I found this story on FB and when I read it, tears welled in my eyes. Such sweetness. Such goodness. What a wonderful act of kindness to this mother and her child!
If you haven’t read it, please take a moment to do so. It’s traveling all over FB, but I want to share it anyway because, like the manager, I cannot understand what it’s like to raise a child with autism, but my husband and I have received the very same blessing as he gave, a couple of different times. We have also been given the same looks and heard the same whispers, but we have never been hastled by a manager over it. Fortunately. Both of these experiences are eye-openers. Our family of 10, yes 10 (2 adults, 8 children), for one random supper out on the town (family oriented of course), was blessed by a well-meaning and kind soul. He/she/they (we don’t know who), paid our bill and told the server who delivered that act of kindness from the stranger/s not to divulge his/her/their names/identity. They wanted to remain anonymous. And if you don’t know already, feeding a family of 10 in a restuarant is not cheap. The message delivered with that act of kindness was, “What a beautiful family you have. Your children behaved so well.” These moments, sometimes far and few between, remind me of the goodness that is God, the goodness that surrounds us, many times unrecognized. These acts of kindness are only a token of what God has promised us. It’s these random acts of kindness that come to mind when we encounter the rude comments, the soft whispers (as if we don’t know what they are saying?!?), and the glares from other patrons in different establishments, whether it be a restuarant, a grocery store, or walking through the mall. Remembering the kind acts from others in our wake make the rude/snide comments and otherwise unkind behaviors seem less powerful.
Another reason I wanted to make a post on the above article is because beings that our family is bigger than average, we often encounter praises and judgments from others. The praises are recognized and much appreciated and very well rememebered. For a short while, I began to let the judgements, looks, whispers, and snide/rude comments determine outings with my kids. I felt almost ashamed of the size of my family while in public (at home there was never any shame), but then slowly, my appreciation and the love I feel for my kids re-emerged, surpassing the shame. (**when i say my love for them, I don’t mean I stopped loving them because that’s absolutely NOT possible, I simply meant I let it be bigger, outshine anything anyone else had to say, think, assume, or judge).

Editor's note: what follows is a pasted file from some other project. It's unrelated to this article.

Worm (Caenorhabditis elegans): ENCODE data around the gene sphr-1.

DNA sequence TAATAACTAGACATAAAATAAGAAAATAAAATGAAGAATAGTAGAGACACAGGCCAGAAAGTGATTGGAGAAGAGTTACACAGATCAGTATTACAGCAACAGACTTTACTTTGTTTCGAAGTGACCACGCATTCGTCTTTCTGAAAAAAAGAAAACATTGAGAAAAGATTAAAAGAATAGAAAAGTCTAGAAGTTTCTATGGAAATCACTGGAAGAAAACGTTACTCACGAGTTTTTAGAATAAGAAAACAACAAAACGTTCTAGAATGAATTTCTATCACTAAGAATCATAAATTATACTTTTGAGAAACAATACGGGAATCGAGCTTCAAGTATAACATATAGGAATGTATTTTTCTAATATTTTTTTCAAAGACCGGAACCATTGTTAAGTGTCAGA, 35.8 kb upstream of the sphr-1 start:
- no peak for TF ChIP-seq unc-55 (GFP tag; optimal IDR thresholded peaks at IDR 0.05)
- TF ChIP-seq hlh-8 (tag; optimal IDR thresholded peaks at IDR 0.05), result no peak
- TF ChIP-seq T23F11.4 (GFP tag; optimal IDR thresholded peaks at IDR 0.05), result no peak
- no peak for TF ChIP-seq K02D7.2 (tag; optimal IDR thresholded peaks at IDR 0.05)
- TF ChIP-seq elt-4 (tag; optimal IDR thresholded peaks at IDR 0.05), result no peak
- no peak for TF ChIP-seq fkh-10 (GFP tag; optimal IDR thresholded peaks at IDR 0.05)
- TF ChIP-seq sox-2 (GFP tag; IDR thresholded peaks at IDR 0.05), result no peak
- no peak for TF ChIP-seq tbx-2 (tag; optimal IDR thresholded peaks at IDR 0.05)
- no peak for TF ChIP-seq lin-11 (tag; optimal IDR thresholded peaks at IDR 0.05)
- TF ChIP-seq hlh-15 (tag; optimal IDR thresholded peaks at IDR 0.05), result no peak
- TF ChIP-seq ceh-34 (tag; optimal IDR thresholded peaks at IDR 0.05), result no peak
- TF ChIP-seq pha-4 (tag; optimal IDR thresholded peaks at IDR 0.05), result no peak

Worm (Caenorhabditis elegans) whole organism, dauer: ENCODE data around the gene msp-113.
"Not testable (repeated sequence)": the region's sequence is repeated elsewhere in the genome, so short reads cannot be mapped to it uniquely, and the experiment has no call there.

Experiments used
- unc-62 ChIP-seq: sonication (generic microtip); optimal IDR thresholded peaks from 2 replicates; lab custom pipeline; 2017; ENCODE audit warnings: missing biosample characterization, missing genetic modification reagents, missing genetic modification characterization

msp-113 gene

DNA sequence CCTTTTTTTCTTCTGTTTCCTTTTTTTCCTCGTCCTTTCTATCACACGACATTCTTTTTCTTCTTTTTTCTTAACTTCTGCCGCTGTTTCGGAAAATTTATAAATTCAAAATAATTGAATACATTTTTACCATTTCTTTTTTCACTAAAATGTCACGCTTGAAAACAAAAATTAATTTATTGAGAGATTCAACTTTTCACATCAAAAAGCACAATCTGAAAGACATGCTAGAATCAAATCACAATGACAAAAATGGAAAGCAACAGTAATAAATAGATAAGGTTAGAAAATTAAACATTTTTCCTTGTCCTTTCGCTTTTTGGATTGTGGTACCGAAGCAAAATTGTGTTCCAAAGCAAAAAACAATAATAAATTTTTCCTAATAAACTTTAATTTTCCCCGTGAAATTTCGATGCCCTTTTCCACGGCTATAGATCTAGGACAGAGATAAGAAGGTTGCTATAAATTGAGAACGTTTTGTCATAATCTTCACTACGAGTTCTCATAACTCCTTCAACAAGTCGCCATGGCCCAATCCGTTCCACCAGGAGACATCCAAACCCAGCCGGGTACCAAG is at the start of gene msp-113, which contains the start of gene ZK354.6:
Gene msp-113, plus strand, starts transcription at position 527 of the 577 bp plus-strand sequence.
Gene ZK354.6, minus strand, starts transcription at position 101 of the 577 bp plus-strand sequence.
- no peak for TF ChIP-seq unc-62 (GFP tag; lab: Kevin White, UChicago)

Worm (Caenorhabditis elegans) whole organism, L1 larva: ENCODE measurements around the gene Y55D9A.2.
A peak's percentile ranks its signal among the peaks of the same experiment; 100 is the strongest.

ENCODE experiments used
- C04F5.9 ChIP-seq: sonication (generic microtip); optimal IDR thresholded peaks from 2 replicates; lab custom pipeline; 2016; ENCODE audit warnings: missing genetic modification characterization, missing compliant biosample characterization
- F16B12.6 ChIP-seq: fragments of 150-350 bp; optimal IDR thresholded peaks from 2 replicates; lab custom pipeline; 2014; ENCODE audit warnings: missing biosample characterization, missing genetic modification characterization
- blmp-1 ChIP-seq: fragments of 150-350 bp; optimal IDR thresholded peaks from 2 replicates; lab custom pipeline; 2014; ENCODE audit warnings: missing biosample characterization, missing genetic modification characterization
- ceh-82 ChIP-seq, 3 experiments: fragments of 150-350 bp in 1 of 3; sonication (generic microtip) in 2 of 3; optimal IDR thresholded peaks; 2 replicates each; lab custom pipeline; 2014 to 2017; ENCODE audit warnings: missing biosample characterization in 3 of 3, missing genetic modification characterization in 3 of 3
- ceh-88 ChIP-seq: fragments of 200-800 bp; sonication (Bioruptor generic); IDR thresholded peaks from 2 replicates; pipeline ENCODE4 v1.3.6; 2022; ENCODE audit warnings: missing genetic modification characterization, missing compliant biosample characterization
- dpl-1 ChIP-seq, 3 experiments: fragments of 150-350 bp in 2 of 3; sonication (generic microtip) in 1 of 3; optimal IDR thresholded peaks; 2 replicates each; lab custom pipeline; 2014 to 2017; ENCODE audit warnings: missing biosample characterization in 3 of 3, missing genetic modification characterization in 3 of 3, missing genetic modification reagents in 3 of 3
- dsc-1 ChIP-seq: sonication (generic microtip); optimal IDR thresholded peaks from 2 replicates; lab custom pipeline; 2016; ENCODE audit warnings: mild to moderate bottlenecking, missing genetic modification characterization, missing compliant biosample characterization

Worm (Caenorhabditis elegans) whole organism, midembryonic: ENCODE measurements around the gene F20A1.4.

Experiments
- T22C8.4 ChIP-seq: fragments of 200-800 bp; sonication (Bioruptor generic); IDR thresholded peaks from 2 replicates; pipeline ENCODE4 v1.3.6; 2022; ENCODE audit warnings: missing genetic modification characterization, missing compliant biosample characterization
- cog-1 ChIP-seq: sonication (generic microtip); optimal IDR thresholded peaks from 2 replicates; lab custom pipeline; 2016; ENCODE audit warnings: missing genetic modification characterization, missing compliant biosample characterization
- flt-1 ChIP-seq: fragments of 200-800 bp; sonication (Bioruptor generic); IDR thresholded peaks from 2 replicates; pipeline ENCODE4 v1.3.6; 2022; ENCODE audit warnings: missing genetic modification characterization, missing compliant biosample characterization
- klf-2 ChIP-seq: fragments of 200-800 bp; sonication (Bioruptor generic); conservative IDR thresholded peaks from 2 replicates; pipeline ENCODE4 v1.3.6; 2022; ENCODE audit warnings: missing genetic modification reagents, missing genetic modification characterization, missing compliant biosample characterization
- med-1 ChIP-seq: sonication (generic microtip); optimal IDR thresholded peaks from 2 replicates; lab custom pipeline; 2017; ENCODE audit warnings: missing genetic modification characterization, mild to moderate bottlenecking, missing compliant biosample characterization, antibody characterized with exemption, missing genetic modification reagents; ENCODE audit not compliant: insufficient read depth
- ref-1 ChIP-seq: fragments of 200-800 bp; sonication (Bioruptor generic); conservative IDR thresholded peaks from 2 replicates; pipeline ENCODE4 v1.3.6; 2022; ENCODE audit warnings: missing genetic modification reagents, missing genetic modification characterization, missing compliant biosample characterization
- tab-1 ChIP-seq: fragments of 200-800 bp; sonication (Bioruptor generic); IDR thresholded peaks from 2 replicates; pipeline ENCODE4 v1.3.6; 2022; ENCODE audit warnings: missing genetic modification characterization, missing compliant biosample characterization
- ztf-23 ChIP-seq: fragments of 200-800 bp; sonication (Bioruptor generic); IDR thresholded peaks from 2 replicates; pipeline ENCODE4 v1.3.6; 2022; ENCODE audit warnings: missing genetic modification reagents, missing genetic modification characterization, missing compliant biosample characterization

And now, I look at my family in the light that God shines upon them with peace. I am in awe because they are the truest blessing from God and He entrusted them to me/ to us. Not those judgemental strangers. Not the kind folks that sing their praises to us about our children. Not our parents or friends or siblings, but US – My Husband and I.
And as the Bible says,
Children are a gift from the Lord;
they are a reward from him.
Children born to a young man
are like arrows in a warrior’s hands.
How joyful is the man whose quiver is full of them!
He will not be put to shame when he confronts his accusers at the city gates. – Psalm 127: 3-5
And that is reason enough for me. Who else is there to impress, to prove anything, to strive for other than God?
Isn’t His judgement of us what matters most?
Yes! Yes it is.
For all the mothers and fathers out there with one kid, 3 kids, 10 kids, autistic or in any other way impaired, not impaired…no matter, if you have kids just remember this:
Each and every child, born and unborn, is a blessing from God. Each and every child is given for reasons that only God will ever know. Thank God for them every day and pray for anyone who has a judgement to throw at you.